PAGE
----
"de facto leader."
----------
Japan, Jordan PMs meet in Tokyo with refugee crisis in spotlight

TOKYO - The prime ministers of Japan and Jordan sat down for
talks on Friday in Tokyo, where they are expected to discuss ways
Japan can help Jordan manage an influx of refugees from
conflict-mired Syria, which lies to the country's north.
"I would like to express my deep respect for Jordan, which has
generously accepted more than 1.3 million refugees and is giving its
utmost efforts to the fight against terrorism and violent extremism,"
Japanese Prime Minister Shinzo Abe said at the outset of his meeting
with Jordanian Prime Minister Hani Mulki.
----------
Indonesia renames S. China Sea located within its EEZ

JAKARTA - The Indonesian government on Friday announced an
updated national map in which its exclusive economic zone north of
the Natuna Islands has been renamed from the South China Sea to the
North Natuna Sea.
"We have rights for giving our own name. Oil and gas activities
in northern Natuna had already named the sea as North Natuna," said
Arif Havas Oegroseno, maritime sovereignty deputy of the Coordinating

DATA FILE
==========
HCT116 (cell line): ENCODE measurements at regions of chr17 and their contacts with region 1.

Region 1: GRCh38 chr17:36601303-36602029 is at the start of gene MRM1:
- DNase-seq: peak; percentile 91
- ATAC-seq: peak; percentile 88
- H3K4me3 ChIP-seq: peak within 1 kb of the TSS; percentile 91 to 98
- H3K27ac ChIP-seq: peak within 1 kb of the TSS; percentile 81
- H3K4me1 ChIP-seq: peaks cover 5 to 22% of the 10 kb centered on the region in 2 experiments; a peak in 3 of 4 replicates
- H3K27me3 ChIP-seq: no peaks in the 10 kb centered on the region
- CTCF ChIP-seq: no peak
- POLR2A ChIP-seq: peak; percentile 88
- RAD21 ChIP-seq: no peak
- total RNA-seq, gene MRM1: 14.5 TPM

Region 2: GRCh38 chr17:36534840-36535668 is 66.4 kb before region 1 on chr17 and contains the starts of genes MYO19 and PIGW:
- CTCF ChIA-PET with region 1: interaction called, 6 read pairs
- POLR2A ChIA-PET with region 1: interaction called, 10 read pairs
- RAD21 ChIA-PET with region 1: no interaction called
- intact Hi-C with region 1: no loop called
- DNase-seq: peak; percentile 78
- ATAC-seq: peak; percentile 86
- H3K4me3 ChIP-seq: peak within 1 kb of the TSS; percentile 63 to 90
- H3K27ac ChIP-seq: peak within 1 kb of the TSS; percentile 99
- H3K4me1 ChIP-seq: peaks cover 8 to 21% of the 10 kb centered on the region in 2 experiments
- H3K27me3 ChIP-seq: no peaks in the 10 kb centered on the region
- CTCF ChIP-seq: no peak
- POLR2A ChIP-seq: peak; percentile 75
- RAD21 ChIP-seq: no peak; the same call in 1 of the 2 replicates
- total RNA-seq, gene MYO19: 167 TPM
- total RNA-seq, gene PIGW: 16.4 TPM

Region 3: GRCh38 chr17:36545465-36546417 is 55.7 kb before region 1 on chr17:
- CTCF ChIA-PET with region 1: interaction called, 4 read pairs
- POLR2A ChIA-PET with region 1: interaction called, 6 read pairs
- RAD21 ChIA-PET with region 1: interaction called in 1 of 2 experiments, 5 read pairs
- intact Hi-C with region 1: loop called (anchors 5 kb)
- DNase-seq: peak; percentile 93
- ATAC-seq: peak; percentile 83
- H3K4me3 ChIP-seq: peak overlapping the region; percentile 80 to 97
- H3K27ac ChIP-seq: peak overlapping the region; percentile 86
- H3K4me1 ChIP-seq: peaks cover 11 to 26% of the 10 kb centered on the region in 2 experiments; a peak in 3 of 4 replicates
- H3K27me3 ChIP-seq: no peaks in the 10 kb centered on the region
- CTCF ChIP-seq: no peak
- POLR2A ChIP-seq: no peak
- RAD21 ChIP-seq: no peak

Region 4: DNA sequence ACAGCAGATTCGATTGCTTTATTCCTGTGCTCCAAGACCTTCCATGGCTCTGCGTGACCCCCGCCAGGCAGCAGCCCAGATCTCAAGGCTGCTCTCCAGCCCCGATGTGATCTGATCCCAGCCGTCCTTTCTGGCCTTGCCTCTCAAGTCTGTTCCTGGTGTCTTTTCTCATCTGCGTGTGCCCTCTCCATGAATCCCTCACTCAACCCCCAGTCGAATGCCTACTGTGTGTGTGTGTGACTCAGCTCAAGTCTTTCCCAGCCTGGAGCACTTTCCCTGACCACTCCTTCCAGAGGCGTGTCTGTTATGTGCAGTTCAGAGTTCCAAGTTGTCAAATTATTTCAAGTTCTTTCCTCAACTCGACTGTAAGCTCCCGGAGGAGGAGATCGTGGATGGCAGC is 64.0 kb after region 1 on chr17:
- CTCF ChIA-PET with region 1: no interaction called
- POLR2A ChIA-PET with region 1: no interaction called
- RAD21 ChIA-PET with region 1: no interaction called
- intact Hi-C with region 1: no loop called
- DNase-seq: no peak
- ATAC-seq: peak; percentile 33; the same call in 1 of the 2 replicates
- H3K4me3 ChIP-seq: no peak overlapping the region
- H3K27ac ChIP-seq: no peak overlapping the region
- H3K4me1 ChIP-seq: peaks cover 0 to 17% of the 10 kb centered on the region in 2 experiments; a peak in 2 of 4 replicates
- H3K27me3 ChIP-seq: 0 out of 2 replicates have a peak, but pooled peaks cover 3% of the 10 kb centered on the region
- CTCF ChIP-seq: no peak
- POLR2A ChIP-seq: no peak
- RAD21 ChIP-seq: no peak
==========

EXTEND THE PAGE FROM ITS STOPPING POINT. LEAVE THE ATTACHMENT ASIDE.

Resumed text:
Ministry for Maritime Affairs.
----------
Chinese authorities place supporters of Liu under house arrest

BEIJING - Chinese security authorities have placed supporters of
Nobel Peace Prize-winning dissident Liu Xiaobo under house arrest, a
prominent activist said Friday.
Hu Jia told Kyodo News that Chinese police have stepped up
security in many places of the country for possible protest
activities and carried out a roundup of his supporters following the
61-year-old's death on Thursday.
----------
Dollar steady in lower 113 yen range ahead of key U.S. inflation data

TOKYO - The U.S. dollar steadied in the lower 113 yen range in
Tokyo on Friday, as market players looked to key inflation data later
in the day for fresh cues on the timing of the next U.S. interest
rate hike.
At 5 p.m., the dollar fetched 113.28-29 yen compared with
113.25-35 yen in New York and 113.12-13 yen in Tokyo at 5 p.m.